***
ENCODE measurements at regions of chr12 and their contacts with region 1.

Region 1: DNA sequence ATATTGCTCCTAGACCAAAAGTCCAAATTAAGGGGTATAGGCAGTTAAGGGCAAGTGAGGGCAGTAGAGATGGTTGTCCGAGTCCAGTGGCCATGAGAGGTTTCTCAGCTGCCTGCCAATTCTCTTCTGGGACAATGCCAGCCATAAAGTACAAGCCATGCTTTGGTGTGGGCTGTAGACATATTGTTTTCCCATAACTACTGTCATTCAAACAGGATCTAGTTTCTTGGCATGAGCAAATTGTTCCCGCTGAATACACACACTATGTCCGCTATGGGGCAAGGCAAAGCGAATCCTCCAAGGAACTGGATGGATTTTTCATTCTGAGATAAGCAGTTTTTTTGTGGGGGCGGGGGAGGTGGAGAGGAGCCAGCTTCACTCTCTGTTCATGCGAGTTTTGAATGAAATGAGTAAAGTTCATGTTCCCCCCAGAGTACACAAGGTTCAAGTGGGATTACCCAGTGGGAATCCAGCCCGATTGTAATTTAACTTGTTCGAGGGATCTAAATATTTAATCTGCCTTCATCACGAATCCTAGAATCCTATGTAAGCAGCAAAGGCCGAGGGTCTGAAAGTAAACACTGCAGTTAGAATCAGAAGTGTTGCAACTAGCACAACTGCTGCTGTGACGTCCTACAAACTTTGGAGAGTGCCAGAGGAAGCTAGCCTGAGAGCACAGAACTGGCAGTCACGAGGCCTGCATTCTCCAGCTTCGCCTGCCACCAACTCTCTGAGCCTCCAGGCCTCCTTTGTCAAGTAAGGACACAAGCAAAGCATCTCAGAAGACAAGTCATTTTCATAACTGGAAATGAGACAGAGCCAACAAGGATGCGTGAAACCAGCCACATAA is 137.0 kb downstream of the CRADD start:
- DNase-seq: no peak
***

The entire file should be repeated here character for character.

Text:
ENCODE measurements at regions of chr12 and their contacts with region 1.

Region 1: DNA sequence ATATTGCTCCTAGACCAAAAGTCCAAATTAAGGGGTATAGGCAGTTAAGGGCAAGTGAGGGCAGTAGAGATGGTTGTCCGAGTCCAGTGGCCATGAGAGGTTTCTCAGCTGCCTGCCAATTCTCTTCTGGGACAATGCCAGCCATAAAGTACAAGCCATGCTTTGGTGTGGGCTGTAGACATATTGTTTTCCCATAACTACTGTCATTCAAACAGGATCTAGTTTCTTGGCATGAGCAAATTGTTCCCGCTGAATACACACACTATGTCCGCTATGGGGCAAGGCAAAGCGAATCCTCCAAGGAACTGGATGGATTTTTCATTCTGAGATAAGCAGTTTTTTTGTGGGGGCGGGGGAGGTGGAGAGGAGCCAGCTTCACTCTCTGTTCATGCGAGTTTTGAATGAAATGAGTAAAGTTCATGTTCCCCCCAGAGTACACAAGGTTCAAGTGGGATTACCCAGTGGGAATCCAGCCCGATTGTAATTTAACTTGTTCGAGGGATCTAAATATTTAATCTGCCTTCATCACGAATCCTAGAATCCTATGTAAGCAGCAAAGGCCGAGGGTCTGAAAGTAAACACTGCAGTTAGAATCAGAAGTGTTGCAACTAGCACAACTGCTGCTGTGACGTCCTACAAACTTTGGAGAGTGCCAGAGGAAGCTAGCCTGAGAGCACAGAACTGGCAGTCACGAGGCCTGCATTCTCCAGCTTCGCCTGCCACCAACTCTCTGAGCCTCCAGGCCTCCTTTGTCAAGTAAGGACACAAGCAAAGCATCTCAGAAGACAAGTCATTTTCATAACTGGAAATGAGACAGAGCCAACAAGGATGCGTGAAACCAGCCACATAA is 137.0 kb downstream of the CRADD start:
- DNase-seq: no peak